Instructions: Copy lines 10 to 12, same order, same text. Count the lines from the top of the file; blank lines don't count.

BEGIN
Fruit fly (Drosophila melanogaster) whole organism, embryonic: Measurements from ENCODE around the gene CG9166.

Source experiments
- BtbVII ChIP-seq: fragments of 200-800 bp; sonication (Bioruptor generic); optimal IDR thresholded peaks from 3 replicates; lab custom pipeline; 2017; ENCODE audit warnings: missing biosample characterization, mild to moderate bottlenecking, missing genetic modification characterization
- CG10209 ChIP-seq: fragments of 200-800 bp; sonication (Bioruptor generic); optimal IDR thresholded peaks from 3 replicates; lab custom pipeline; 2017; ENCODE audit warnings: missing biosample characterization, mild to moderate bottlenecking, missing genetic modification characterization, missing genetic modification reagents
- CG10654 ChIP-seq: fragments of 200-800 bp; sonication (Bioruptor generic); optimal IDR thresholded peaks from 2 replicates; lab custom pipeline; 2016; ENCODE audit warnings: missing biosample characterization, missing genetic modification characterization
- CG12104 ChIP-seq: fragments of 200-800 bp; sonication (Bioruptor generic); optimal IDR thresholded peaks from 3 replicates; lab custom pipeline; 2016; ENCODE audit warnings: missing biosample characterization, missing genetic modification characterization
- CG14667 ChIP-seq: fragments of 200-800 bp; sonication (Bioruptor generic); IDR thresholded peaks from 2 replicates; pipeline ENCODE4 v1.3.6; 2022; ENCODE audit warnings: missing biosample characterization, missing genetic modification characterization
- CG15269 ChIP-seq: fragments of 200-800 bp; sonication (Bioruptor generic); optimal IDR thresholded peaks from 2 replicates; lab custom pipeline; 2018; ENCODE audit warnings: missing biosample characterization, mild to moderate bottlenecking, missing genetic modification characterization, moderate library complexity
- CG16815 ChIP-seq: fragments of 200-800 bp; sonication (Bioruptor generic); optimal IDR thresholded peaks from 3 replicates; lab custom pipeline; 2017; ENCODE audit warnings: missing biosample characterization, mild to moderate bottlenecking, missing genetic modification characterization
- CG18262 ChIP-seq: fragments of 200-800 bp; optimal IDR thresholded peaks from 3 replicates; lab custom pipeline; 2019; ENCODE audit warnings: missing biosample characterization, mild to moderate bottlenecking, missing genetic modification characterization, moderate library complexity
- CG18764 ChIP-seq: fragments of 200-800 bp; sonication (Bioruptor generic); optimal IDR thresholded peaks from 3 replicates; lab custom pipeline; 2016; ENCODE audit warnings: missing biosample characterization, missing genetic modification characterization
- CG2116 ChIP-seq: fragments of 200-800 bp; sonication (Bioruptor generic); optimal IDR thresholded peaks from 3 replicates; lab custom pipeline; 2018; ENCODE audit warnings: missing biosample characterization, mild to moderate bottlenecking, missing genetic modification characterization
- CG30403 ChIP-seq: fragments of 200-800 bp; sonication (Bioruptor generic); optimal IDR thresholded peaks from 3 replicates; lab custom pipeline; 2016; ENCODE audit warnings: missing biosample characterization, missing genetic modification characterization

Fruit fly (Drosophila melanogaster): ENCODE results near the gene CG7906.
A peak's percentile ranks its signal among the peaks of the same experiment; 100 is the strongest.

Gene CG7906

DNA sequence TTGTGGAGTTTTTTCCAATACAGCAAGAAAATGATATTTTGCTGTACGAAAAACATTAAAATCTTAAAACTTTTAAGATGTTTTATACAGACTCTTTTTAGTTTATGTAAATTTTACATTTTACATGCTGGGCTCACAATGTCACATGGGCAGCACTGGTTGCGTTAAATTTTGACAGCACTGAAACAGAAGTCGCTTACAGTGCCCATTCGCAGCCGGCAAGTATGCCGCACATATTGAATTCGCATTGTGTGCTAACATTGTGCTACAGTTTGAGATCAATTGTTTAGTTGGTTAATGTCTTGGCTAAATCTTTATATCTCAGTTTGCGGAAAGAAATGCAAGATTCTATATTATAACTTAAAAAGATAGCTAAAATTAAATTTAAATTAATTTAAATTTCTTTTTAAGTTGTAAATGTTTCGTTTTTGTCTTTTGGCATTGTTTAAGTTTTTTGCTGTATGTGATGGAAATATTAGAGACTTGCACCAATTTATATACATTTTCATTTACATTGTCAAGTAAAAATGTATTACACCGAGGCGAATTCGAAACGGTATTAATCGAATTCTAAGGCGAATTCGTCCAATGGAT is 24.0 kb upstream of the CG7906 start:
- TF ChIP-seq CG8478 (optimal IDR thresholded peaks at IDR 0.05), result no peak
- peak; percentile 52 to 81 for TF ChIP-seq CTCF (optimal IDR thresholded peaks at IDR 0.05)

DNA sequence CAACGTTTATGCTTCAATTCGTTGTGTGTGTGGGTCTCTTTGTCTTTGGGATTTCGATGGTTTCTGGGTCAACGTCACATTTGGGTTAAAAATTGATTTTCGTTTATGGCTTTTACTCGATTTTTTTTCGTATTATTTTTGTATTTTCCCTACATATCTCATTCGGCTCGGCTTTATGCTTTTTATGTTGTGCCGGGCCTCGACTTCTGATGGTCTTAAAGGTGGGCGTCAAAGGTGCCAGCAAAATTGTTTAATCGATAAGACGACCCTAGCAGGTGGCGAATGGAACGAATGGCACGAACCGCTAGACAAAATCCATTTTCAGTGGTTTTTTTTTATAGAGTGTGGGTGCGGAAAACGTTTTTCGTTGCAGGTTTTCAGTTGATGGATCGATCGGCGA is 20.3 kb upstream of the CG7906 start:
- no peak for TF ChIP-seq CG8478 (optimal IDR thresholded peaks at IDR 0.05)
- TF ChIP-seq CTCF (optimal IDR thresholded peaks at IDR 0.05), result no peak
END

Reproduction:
- CG18262 ChIP-seq: fragments of 200-800 bp; optimal IDR thresholded peaks from 3 replicates; lab custom pipeline; 2019; ENCODE audit warnings: missing biosample characterization, mild to moderate bottlenecking, missing genetic modification characterization, moderate library complexity
- CG18764 ChIP-seq: fragments of 200-800 bp; sonication (Bioruptor generic); optimal IDR thresholded peaks from 3 replicates; lab custom pipeline; 2016; ENCODE audit warnings: missing biosample characterization, missing genetic modification characterization
- CG2116 ChIP-seq: fragments of 200-800 bp; sonication (Bioruptor generic); optimal IDR thresholded peaks from 3 replicates; lab custom pipeline; 2018; ENCODE audit warnings: missing biosample characterization, mild to moderate bottlenecking, missing genetic modification characterization